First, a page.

What are your job responsibilities?
I direct and supervise the work of the temperature control mechanics and apprentices, schedule work assignments and order any materials and tools that are necessary. I also work with the project coordinators in other trades to get the jobs done. I have 10 mechanics (journeymen) and two apprentices for a total of 12 people.
Then, you take care of the air conditioning and heating in the buildings?
Yes. If somebody has a room that’s too hot or too cold, they’ll call the service office and ask them to send one of our mechanics out. We take care of the whole campus. We also have our construction crew that does remodels or installations.
Are you the only woman in the shop?
No, actually we have two other women who are temperature control mechanics. We also have two women in the plumbing shop and two women in the pipefitters shop.
What were you doing before you came to the university?
I did new construction, welding, a little bit of everything. Then when I came to the university, I wanted to specialize in the controls, and it’s been a fabulous opportunity for me. I’ve really enjoyed it.
What specifically do you enjoy about it? How did you get into it?
Well, it’s just the challenge of learning something new. In our trade, there’s a lot of different aspects that you can get into: refrigeration, plumbing, temperature control, welding and you can either get into new construction or service work. I just had been on jobs where I’d seen the controls going in, and it interested me because it looked like it’d be a challenging area.
What are some of the challenges in your job?
I would say right now in my job as a foreman, the biggest challenge is trying to get the customers’ needs answered in a timely fashion because it’s a big campus and there are a lot of people.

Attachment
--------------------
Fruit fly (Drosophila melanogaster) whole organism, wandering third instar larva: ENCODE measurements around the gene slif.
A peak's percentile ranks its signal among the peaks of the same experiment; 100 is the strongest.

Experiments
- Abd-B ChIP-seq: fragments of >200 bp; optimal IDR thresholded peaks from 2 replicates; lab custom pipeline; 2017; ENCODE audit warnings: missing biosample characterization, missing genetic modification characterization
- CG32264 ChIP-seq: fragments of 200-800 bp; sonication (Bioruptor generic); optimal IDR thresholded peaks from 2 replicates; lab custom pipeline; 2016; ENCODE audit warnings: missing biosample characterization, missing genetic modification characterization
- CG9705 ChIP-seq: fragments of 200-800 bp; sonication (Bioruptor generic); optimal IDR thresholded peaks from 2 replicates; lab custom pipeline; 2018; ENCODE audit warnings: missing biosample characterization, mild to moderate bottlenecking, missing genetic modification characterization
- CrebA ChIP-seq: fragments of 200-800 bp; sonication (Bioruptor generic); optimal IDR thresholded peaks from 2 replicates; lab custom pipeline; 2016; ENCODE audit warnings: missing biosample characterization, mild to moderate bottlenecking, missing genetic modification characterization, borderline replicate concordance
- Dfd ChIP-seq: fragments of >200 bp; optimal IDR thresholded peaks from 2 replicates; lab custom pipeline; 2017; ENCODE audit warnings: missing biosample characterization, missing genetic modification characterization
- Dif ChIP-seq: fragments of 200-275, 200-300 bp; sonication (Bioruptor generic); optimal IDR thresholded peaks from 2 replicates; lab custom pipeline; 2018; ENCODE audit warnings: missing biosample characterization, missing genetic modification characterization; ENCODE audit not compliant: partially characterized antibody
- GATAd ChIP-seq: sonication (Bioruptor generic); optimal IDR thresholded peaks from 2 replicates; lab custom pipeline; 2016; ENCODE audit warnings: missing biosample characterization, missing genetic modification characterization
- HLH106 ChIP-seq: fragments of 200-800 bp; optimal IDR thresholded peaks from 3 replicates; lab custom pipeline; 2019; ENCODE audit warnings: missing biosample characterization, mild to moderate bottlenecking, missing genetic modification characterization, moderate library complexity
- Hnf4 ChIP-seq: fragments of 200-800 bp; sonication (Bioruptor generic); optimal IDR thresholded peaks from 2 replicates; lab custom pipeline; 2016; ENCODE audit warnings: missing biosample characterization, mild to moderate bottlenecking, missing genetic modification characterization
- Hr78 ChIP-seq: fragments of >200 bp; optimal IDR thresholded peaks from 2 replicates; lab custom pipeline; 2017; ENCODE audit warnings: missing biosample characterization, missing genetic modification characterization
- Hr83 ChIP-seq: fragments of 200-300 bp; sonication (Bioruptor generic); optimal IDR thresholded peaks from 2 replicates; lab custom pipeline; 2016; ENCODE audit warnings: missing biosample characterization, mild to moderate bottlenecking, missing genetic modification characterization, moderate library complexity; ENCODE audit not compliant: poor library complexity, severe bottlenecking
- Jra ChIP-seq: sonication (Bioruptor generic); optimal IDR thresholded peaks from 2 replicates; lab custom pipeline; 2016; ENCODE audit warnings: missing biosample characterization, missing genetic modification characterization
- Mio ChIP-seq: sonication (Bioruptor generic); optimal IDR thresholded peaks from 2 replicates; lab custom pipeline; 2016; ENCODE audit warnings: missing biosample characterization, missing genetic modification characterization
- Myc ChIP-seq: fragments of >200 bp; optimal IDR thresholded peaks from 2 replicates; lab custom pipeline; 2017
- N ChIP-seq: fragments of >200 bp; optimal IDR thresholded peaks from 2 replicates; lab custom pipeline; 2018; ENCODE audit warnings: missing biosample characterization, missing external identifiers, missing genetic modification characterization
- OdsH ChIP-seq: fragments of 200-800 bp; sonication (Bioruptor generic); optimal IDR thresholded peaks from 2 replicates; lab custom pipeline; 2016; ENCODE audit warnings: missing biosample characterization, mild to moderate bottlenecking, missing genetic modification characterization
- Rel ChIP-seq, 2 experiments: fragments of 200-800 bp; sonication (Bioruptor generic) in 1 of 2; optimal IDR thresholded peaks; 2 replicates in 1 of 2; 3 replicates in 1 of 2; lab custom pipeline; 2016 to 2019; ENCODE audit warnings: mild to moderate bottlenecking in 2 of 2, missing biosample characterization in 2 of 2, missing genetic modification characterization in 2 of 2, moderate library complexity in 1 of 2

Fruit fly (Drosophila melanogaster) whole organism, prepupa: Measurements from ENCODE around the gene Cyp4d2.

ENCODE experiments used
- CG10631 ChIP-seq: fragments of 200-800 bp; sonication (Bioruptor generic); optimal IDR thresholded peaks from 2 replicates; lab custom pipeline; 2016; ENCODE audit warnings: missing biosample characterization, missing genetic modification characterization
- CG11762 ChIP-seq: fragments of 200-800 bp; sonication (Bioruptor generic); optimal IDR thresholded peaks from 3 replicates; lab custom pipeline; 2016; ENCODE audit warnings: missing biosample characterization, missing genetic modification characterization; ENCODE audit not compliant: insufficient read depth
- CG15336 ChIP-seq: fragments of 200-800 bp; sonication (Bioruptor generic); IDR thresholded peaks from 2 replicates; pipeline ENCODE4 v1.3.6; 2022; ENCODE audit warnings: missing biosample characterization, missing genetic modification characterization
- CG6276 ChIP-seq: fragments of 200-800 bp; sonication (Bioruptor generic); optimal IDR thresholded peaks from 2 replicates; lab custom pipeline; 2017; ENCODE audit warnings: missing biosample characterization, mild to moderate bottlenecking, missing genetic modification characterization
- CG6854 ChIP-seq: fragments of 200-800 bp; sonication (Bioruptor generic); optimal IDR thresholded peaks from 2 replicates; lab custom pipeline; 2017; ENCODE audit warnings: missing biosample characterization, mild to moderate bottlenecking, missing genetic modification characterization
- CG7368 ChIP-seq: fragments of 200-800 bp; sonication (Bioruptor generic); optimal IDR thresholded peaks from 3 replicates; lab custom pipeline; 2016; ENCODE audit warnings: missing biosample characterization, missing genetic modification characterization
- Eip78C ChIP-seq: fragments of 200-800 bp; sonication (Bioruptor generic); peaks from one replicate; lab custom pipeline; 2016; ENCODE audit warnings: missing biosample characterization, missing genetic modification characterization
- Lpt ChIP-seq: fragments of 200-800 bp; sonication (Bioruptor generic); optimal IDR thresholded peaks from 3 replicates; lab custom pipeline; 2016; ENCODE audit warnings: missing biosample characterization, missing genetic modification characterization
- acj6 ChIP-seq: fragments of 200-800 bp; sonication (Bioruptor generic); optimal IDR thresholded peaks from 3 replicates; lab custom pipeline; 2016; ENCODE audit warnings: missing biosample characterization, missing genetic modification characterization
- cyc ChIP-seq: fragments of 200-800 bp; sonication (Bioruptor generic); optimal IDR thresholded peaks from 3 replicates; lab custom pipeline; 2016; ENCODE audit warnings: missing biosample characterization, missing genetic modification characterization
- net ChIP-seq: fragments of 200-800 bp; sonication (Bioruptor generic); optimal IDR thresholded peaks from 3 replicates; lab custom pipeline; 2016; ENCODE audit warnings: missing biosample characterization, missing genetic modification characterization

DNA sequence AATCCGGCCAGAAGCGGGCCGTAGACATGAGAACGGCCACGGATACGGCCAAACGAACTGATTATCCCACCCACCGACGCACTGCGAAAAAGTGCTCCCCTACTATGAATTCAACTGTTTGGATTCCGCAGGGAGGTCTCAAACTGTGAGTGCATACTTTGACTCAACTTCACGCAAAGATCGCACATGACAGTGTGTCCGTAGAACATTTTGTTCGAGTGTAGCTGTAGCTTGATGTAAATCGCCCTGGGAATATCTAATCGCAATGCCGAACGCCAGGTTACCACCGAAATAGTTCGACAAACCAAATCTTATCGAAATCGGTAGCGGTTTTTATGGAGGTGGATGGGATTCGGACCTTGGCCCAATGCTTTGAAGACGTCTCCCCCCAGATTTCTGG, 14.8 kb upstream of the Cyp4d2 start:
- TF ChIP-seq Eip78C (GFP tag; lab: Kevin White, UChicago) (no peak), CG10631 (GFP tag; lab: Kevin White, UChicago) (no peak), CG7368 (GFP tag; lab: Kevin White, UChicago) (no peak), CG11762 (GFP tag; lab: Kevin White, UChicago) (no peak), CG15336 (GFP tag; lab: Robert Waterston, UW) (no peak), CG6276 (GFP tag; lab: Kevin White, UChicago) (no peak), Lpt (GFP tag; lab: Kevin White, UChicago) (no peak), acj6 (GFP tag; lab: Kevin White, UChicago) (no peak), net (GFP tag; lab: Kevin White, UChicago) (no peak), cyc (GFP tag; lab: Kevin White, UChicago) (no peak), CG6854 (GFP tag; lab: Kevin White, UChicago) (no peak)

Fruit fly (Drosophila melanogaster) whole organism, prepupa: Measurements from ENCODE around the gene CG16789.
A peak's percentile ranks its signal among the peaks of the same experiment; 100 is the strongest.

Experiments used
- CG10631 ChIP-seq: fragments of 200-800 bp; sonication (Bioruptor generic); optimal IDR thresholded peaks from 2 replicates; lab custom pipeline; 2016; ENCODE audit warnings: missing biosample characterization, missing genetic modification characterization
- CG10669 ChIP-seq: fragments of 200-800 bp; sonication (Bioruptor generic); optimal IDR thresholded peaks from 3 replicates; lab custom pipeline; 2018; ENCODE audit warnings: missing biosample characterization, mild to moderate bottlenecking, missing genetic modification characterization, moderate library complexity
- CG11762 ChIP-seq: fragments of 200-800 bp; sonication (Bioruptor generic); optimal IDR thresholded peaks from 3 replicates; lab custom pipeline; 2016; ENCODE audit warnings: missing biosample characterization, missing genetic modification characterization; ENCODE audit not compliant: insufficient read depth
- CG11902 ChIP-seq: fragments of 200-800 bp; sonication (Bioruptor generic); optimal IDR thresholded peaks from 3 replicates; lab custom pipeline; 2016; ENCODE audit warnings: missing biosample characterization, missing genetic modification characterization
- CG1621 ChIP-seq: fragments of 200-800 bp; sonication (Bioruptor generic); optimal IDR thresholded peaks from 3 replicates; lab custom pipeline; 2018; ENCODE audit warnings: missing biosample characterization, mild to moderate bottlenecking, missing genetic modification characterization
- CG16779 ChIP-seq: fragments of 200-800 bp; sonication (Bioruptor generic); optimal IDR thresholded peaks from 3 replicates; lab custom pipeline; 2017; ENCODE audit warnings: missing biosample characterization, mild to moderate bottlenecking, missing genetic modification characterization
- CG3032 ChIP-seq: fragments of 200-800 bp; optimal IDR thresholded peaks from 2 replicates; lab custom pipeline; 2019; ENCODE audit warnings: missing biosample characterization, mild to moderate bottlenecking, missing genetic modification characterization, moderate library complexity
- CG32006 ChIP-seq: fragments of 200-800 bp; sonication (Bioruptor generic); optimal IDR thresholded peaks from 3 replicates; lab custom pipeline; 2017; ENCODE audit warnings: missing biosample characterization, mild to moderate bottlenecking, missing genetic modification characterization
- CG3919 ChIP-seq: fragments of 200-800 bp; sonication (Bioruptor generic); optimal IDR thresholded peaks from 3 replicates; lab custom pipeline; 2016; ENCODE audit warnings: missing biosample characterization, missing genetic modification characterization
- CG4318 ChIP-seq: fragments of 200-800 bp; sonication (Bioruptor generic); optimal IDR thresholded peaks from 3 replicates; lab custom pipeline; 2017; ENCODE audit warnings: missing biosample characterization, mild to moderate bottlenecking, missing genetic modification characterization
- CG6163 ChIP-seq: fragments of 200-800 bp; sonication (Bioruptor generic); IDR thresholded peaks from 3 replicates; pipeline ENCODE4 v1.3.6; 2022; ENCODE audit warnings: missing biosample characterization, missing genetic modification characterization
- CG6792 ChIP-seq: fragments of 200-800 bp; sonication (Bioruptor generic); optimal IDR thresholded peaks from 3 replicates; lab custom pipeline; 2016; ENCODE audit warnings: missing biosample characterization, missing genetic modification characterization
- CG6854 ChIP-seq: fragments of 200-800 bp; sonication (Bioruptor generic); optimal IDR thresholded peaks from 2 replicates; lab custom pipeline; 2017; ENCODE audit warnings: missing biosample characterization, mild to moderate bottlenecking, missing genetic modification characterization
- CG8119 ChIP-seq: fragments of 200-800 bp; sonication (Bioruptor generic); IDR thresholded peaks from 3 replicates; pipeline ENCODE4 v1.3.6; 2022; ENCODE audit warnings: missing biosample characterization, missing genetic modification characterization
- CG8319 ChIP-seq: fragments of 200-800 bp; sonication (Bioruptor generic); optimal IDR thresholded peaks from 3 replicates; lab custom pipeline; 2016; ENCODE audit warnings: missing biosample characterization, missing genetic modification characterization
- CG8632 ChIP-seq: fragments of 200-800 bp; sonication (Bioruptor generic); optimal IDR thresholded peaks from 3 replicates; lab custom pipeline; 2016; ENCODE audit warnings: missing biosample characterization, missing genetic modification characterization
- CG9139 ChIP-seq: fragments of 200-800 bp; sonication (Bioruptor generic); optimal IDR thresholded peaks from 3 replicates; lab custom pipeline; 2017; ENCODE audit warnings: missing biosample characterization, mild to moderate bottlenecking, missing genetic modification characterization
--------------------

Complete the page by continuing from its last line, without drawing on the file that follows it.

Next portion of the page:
Is it a challenge supervising a bunch of men?
I’d better be careful how I answer that one!
Actually, since I’ve been here at the university, I haven’t run into challenges like that. It’s still a male-dominated area, and there have been challenges as far as trying to prove yourself physically and trying to prove that you’re capable of doing the work. As far as being a foreman, everything is so new that it’s all challenging to me. I’ve got a lot of support people here in O&M, in the other shops and up front. Everybody’s very helpful, and we all try to work together.
What do you like most about your job?
That you don’t do the same thing every day. There’s always a new customer to talk to or there’s always something new that you’ve got to order. You get to talk to a lot of new people around campus.
I’d like to encourage women to apply and get into the pipefitting trades. I think it’s an area that is still male-dominated, but it’s an area that women can do successfully. If any women would be interested in doing anything in these fields, I’d encourage them to take college courses in the area, not only in math but in refrigeration, welding, plumbing, temperature control.
What is your educational background?
I took some courses at Parkland, but I went through the Local 149 plumbers and pipefitters apprenticeship program, which is a five-year program.
What kind of hobbies or interests do you have?
My biggest hobby right now is agility training with my mixed-breed terrier, Dillon.
How do you get them to go over the obstacles and through the tunnels? Do you just stand on the other side with treats?
A lot of treats. It also takes a lot of repetition. You just start out with just one or two obstacles. It really amazed me because I thought, ‘Dillon won’t take to this.’ But he did. My husband has been building agility equipment, so we have quite a few things in our backyard. I try and work with Dillon, run him through the course, at least once a day. We’ll be going to our first United Kennel Club trial in April at Pottstown, over near Peoria.
Have you bred and trained dogs before?
No. We got Dillon from the Champaign County Humane Society. Best move we ever made. He’s part of our family.